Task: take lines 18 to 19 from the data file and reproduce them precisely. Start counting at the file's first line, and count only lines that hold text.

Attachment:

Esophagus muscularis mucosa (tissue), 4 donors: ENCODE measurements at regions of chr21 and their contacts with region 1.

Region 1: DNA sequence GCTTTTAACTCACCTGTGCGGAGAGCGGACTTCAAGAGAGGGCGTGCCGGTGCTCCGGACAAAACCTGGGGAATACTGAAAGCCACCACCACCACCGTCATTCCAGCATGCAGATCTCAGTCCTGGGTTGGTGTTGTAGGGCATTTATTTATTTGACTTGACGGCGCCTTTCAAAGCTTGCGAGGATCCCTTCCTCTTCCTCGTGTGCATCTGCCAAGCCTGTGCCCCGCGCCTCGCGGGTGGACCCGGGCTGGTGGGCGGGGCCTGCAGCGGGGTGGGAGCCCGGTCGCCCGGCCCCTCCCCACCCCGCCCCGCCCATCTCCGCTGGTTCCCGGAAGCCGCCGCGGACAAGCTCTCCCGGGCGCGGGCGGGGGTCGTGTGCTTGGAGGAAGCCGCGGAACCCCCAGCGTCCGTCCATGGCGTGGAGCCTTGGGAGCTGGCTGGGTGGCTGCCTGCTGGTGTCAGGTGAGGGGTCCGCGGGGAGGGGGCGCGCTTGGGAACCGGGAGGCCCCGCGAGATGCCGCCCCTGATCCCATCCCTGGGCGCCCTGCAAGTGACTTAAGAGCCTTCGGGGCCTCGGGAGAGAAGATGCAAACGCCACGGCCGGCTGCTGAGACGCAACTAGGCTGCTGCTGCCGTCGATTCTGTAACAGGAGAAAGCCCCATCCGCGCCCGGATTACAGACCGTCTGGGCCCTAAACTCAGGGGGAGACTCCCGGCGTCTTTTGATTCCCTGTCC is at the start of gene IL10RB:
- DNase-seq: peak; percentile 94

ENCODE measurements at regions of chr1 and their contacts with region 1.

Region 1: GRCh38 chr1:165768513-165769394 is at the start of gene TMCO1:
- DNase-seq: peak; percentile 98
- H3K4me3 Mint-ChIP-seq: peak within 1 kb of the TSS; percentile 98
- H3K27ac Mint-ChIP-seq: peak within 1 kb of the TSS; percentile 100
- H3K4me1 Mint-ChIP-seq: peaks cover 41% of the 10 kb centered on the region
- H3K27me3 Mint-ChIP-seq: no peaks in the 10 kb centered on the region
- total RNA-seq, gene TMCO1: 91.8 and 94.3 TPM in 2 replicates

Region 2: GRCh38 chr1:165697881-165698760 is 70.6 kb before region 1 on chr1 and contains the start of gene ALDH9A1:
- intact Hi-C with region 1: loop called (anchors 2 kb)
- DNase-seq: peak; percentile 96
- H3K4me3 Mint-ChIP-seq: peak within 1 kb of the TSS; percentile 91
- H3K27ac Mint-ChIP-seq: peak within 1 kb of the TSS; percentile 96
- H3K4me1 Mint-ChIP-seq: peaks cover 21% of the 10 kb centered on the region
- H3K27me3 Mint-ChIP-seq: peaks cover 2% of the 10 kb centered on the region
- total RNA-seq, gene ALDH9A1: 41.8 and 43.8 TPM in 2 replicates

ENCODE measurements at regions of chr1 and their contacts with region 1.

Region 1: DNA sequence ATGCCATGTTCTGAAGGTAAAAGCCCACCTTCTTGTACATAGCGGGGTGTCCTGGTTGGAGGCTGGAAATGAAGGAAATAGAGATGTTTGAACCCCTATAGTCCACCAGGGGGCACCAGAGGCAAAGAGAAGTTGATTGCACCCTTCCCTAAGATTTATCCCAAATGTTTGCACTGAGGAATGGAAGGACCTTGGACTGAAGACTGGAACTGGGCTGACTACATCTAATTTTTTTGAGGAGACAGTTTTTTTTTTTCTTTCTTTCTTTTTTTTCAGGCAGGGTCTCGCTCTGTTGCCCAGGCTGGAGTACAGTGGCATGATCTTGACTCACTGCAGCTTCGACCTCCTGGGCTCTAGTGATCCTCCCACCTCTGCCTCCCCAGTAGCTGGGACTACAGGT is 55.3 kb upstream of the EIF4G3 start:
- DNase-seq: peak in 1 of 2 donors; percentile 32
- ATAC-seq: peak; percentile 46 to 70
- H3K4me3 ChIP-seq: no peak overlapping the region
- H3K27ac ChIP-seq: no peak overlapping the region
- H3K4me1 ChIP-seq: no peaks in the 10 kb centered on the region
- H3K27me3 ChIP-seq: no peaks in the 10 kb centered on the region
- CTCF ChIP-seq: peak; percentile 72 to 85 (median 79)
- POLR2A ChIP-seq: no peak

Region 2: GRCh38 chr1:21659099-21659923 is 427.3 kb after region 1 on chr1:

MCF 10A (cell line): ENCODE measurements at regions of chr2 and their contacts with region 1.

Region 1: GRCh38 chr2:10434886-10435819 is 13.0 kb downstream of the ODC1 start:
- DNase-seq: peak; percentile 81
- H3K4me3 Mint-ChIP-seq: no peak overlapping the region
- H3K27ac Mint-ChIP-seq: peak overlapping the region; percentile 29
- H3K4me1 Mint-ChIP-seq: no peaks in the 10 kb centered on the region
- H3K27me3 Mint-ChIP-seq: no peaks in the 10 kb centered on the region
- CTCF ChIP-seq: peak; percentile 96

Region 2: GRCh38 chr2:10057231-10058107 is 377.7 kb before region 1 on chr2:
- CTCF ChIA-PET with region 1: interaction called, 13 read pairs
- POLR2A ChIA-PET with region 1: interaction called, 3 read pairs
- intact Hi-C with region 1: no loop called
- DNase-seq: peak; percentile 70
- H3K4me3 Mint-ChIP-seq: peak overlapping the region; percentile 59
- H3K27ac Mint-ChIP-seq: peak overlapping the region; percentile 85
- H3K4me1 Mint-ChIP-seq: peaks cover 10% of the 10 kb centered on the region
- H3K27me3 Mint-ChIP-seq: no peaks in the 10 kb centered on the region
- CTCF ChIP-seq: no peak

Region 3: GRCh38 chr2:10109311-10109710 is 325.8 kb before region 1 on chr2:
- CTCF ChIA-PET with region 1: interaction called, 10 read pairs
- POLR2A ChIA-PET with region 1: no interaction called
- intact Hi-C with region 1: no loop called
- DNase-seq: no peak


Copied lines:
- H3K27me3 Mint-ChIP-seq: peaks cover 2% of the 10 kb centered on the region
- total RNA-seq, gene ALDH9A1: 41.8 and 43.8 TPM in 2 replicates